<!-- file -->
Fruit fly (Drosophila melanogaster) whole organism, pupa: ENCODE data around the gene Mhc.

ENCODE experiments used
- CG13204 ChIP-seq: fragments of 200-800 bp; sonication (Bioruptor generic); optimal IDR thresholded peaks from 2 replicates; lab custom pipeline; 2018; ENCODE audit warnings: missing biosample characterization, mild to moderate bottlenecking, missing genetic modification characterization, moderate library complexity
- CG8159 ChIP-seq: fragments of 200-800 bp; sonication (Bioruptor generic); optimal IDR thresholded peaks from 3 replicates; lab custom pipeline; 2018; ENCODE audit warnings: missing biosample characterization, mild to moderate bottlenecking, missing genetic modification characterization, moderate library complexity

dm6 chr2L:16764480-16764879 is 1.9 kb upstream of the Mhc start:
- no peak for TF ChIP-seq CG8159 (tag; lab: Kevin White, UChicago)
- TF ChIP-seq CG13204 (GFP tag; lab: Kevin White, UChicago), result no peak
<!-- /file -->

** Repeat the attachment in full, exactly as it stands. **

Fruit fly (Drosophila melanogaster) whole organism, pupa: ENCODE data around the gene Mhc.

ENCODE experiments used
- CG13204 ChIP-seq: fragments of 200-800 bp; sonication (Bioruptor generic); optimal IDR thresholded peaks from 2 replicates; lab custom pipeline; 2018; ENCODE audit warnings: missing biosample characterization, mild to moderate bottlenecking, missing genetic modification characterization, moderate library complexity
- CG8159 ChIP-seq: fragments of 200-800 bp; sonication (Bioruptor generic); optimal IDR thresholded peaks from 3 replicates; lab custom pipeline; 2018; ENCODE audit warnings: missing biosample characterization, mild to moderate bottlenecking, missing genetic modification characterization, moderate library complexity

dm6 chr2L:16764480-16764879 is 1.9 kb upstream of the Mhc start:
- no peak for TF ChIP-seq CG8159 (tag; lab: Kevin White, UChicago)
- TF ChIP-seq CG13204 (GFP tag; lab: Kevin White, UChicago), result no peak